It is impossible to imagine our production applications without robot systems. They ensure productivity, quality and perform heavy and dangerous tasks. Since industrial robotic systems are assessed with high risk, protection concepts are usually designed in such a way that robots and humans work separately from each other in terms of location and/or time.
Author: Ulrich Hochrein
Except for training and maintenance, which are subject to special requirements, humans do not directly correspond with the actuators of industrial robot systems. The safety standards EN ISO 10218-1 (requirements for industrial robots) and EN ISO 10218-2 (design specifications and requirements for the robot system) must be observed.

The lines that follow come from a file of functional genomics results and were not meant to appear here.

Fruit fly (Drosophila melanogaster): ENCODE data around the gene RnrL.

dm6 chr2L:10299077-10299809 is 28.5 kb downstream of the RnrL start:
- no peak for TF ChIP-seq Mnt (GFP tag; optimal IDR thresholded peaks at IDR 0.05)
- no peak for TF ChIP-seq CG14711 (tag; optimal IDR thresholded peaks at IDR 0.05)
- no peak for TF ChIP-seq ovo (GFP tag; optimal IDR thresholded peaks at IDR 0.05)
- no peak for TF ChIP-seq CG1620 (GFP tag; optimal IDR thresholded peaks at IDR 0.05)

If the application is planned to be safe, new technologies meanwhile make it possible for the robot to collaborate directly with humans - the human-robot collaboration, or MRK for short. In this way, the advantages of robot systems can be optimally combined with human capabilities. In addition, MRK applications allow for novel production concepts. MRK applications thus play an important role in answering overriding questions, such as demographic change, the optimized integration of "performance-reduced employees" and the improvement of general work ergonomics.
BASIC PRINCIPLES OF HUMAN-ROBOT-COLLABORATION
HRC applications are based on protection principles or a combination of different basic principles. These are:
- Safety-related, monitored stop - The robot stops when an employee enters the shared work area and continues to move if necessary when the employee has left the area.